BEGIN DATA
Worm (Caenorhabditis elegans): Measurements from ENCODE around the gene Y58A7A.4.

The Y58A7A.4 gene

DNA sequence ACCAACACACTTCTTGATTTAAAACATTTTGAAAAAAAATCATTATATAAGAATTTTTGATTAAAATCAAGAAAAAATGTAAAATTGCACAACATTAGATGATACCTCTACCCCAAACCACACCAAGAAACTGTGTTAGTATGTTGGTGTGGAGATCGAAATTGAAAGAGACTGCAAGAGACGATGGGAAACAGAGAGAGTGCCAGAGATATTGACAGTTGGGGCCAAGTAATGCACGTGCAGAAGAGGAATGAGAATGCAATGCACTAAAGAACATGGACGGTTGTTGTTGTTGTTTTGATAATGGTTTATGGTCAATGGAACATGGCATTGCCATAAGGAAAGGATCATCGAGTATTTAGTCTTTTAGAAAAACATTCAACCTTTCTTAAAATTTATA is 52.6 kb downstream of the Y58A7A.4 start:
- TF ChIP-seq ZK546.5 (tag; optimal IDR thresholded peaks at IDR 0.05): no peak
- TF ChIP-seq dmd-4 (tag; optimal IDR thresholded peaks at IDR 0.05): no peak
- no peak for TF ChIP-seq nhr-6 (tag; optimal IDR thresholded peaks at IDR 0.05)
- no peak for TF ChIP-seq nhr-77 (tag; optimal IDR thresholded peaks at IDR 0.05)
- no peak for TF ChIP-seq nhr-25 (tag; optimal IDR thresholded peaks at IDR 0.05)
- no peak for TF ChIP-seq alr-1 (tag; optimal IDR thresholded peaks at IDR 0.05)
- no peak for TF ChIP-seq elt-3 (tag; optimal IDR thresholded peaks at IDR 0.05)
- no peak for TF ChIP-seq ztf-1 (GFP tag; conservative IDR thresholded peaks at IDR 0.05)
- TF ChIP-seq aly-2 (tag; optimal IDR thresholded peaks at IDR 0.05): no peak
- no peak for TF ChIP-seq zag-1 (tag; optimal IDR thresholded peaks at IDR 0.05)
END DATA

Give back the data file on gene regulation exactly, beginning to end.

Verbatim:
Worm (Caenorhabditis elegans): Measurements from ENCODE around the gene Y58A7A.4.

The Y58A7A.4 gene

DNA sequence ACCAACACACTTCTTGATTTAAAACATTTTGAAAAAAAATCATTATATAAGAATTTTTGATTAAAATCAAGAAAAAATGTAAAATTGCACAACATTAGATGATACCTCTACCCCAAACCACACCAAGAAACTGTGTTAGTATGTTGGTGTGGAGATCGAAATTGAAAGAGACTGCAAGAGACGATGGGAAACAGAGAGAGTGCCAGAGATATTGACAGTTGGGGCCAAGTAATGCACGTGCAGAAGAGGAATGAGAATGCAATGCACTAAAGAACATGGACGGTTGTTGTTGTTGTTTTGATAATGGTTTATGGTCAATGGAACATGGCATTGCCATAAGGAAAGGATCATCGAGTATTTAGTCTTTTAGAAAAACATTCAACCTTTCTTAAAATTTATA is 52.6 kb downstream of the Y58A7A.4 start:
- TF ChIP-seq ZK546.5 (tag; optimal IDR thresholded peaks at IDR 0.05): no peak
- TF ChIP-seq dmd-4 (tag; optimal IDR thresholded peaks at IDR 0.05): no peak
- no peak for TF ChIP-seq nhr-6 (tag; optimal IDR thresholded peaks at IDR 0.05)
- no peak for TF ChIP-seq nhr-77 (tag; optimal IDR thresholded peaks at IDR 0.05)
- no peak for TF ChIP-seq nhr-25 (tag; optimal IDR thresholded peaks at IDR 0.05)
- no peak for TF ChIP-seq alr-1 (tag; optimal IDR thresholded peaks at IDR 0.05)
- no peak for TF ChIP-seq elt-3 (tag; optimal IDR thresholded peaks at IDR 0.05)
- no peak for TF ChIP-seq ztf-1 (GFP tag; conservative IDR thresholded peaks at IDR 0.05)
- TF ChIP-seq aly-2 (tag; optimal IDR thresholded peaks at IDR 0.05): no peak
- no peak for TF ChIP-seq zag-1 (tag; optimal IDR thresholded peaks at IDR 0.05)